And that’s about it. There’s no RGB to faff around with and drain your battery, just a simple black Razer logo stamped onto the rear and a small LED indicator light at the top.


One of the first things I noticed when setting up the V3 Pro is the lack of USB-A dongle. You’ll be relying on Razer’s HyperPolling dongle (which itself needs a separate USB-C cable) for this one. That’s a little frustrating, especially when it comes to travel. I’m not one for having loads of cables on the desk top - after all, if you’re after one of the best wireless gaming mice options, the tidier aesthetic might have factored into your decision. It also might be safe for Razer to assume that those who will actually make use of the 8,000Hz polling rate (which will only be those in the top percentages of competitive players) have already picked up the popular booster. 

In a strange twist, a wired connection will cap your polling rate at 1,000Hz. That’s a little odd - frequencies are usually higher when plugged in and dropped significantly when wireless. Battery life does take a considerable hit when bumping things up to 8K as well. Razer expects a 17-hour lifespan when solely used at the top end of the polling rate (I had to plug in after two days, which measured in at around 16 hours), whereas a 1,000Hz setting can see you through 95 hours of play. In reality, this is another feature for the ultra-competitive among us. Those looking to play more causally really aren’t going to notice the fractions of milliseconds they save with a higher report frequency, especially now that we’re in the realm of 8,000Hz. 

Still, with a coil of USB-C cable and a speedy receiver in tow, the Razer Viper V3 Pro is packed with the brand’s fastest and most reliable tech. The new Focus Pro 35K optical sensor debuts here, offering a max DPI of 35,000 with a 750 IPS speed. That’s not a massive boost over the previous generation, and even less of a must-have considering very few players will ever reach that upper echelon of 35,000. Like the previous iteration, the sensor also supports customized lift-off distances via asymmetrical cut-off.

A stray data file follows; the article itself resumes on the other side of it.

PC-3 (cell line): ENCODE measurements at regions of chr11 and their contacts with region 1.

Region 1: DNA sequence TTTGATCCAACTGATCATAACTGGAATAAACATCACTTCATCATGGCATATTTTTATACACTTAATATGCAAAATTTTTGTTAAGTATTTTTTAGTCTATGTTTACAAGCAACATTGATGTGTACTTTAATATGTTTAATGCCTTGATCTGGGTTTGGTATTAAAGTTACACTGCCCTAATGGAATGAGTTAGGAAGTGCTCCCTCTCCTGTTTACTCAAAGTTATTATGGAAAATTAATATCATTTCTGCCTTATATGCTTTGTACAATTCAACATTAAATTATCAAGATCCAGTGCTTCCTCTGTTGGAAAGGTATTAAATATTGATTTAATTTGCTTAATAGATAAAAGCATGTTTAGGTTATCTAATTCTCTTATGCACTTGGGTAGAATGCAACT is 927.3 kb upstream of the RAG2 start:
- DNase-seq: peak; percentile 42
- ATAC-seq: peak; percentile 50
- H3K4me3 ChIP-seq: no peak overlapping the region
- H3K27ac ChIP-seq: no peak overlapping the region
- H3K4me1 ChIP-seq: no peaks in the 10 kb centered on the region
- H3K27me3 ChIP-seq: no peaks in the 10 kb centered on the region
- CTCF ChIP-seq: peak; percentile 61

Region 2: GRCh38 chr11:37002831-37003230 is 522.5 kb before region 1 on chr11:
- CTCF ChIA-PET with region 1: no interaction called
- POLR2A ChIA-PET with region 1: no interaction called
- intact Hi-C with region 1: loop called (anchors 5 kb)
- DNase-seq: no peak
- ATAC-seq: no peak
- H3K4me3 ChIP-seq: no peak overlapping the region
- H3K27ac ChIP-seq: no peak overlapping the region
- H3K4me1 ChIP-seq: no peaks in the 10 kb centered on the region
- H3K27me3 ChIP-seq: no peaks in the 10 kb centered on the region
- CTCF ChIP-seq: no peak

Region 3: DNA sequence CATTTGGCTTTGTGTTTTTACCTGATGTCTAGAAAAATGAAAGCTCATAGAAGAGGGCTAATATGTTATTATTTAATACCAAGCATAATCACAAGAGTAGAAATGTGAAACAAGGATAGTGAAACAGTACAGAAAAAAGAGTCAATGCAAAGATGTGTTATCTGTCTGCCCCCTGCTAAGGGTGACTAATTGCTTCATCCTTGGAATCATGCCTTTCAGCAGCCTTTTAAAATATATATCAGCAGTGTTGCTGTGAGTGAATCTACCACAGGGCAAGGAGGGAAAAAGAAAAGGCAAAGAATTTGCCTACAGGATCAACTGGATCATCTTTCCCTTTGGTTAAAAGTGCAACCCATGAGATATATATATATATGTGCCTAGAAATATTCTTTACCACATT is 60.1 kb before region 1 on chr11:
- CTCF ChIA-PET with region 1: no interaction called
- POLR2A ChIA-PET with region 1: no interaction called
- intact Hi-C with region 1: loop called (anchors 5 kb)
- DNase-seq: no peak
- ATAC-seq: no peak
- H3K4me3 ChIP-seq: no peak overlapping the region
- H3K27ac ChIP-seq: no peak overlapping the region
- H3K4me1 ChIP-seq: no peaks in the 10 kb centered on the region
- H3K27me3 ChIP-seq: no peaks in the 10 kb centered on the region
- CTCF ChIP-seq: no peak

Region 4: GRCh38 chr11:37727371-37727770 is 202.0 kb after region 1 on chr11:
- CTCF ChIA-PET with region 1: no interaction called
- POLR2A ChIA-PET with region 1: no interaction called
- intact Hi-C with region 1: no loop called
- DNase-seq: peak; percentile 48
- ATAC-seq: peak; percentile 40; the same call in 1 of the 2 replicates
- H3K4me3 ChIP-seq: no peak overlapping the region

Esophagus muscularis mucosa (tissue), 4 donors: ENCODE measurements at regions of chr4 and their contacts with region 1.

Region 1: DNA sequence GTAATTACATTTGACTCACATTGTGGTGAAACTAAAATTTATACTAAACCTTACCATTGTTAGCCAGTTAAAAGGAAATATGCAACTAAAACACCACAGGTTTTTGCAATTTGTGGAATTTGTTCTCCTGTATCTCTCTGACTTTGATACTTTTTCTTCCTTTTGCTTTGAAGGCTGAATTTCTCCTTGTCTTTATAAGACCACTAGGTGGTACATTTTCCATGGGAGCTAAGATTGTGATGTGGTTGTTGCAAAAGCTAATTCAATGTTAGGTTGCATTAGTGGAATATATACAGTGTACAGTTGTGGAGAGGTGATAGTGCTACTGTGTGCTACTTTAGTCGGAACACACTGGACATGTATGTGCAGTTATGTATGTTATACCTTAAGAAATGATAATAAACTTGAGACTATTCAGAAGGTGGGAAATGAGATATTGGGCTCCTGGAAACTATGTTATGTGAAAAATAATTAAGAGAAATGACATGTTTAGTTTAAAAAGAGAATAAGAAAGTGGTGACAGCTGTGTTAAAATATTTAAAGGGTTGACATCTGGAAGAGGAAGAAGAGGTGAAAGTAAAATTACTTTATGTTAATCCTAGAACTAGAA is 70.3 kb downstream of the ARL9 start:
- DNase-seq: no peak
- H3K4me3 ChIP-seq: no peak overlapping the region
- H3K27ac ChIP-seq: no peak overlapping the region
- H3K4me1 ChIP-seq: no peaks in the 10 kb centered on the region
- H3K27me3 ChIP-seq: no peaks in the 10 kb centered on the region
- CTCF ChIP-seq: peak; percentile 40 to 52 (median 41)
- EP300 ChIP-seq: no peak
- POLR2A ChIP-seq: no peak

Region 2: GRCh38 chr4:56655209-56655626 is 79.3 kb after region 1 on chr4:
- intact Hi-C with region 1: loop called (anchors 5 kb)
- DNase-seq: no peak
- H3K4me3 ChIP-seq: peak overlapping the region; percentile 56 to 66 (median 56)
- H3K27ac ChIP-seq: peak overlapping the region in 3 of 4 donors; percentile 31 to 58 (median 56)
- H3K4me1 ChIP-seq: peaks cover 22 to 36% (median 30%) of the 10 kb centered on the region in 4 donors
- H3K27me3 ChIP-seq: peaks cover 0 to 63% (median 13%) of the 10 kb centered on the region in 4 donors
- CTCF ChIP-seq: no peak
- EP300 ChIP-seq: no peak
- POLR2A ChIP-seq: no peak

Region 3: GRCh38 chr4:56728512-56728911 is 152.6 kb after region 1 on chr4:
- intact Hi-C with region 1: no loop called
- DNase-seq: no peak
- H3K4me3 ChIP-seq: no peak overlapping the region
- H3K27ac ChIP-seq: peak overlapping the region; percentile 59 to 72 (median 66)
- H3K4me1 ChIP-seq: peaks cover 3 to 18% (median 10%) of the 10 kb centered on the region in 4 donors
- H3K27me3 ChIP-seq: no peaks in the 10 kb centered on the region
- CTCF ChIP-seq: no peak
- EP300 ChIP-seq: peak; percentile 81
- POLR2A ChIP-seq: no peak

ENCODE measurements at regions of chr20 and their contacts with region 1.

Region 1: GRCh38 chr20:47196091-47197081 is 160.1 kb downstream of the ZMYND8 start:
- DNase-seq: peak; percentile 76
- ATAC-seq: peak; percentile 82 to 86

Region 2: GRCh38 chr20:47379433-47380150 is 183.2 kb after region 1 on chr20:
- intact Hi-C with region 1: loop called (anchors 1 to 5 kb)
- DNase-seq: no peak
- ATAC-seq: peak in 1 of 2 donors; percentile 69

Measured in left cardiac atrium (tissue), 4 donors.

Underside of Razer Viper V3 Pro gaming mouse showing glide feet and sensor placement

(Image credit: Future)

Other than the extra 5K in DPI, the new sensor’s additional features feel a little difficult to justify. A sensitivity matcher, accessible in Synapse, allows you to match the V3 Pro with another gaming mouse’s DPI simply by sliding both across a pre-determined distance at the same time. It’s a neat trick, watching the program guess the sensitivity of your previous rodent, but not one I would argue will come in all too handy for too many players. There’s also the ability to adjust your DPI in increments of one. Hey, if that’s how you want to spend your time (and trust me, I reckon this is a godsend for ultra-competitive players looking to completely refine their mouse’s feel) then go for it - but very few will need this feature in reality. 

Don’t get me wrong, this is an impressive sensor. It’s super-fast, always reliable, and tracks across a massive range of different surfaces particularly easily. But there’s a ceiling to what we can actually do with the current spec parameters of gaming mice, and adding features like this makes me feel like we’ve already hit it. 

Elsewhere, you’ve got the usual roster of features in Synapse; six programmable buttons (including an extra two from the scroll wheel’s movement), polling rate adjustments, and DPI shifting. Razer has also included a HyperShift layer of customization as well, offering up even more programmable inputs. It’s a shame that there’s only one profile onboard, though - another dent in the V3 Pro’s portability crown. 


Right side of Razer Viper V3 Pro

(Image credit: Future)

Competitive players are going to fly with the Razer Viper V3 Pro, that much is clear. This thing can run at insane sensitivities while still feeling controllable and accurate. While the sensor’s in-game characteristics aren’t too dissimilar from those before it, I was still able to sling myself around Halo arenas, one-shotting with remarkable ease. Even slower games like Fallout 4 felt snappier, I felt like ghouls were down within moments of their presence even registering in my brain and wilder swings were perfectly tracked once I had my speeds and preferences tuned up.